My server configuration recommendations would be a Celeron 2.53, 512MB of ram and a 80GB hard drive. That would power your blog nicely. And its only $449 as of 2-23-06. Anything more than those specs would be over kill. You would run out of bandwidth before you ran out of server processing power.

If you don't already have a high speed connection I would look into SBC Yahoo DSL Pro package. Its 1.5 mbps to 3.0 mbps down and 384kb/s to 512kb/s up. That would power your blog nicely.

Depending on how graphic intense your blog is I would guess that it could support 10 to 30 users at once. Hope this helps. Let me know if you have any other questions.
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Old 02-23-2006, 02:12 AM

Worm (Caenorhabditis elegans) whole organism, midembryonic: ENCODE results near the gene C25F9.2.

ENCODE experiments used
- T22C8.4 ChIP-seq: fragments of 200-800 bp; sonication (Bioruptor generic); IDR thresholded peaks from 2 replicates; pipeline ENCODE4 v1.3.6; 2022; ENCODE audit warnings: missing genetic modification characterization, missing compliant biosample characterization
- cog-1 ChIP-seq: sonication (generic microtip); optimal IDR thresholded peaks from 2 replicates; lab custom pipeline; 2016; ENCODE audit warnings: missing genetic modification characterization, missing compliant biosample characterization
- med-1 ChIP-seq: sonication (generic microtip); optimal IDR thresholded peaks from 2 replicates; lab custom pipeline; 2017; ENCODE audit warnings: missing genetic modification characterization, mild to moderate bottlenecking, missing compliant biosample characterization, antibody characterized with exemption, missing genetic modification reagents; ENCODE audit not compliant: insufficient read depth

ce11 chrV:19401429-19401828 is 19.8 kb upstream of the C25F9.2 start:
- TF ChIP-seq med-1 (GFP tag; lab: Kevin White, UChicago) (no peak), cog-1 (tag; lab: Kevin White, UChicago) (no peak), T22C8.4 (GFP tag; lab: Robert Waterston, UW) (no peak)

wahyudinata wahyudinata is offline
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Default

I just realized something
suppose I have a big website, is it possible to have to workload outsourced to somewhere else?

In terms of processing that is. Let's say the website do some heavy processing, the process is sent to my home webserver to be processed and send back the result to the remote server, is this possible?
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Old 02-23-2006, 02:43 AM
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Default

Quote:
Originally Posted by wahyudinata
I just realized something
suppose I have a big website, is it possible to have to workload outsourced to somewhere else?

In terms of processing that is. Let's say the website do some heavy processing, the process is sent to my home webserver to be processed and send back the result to the remote server, is this possible?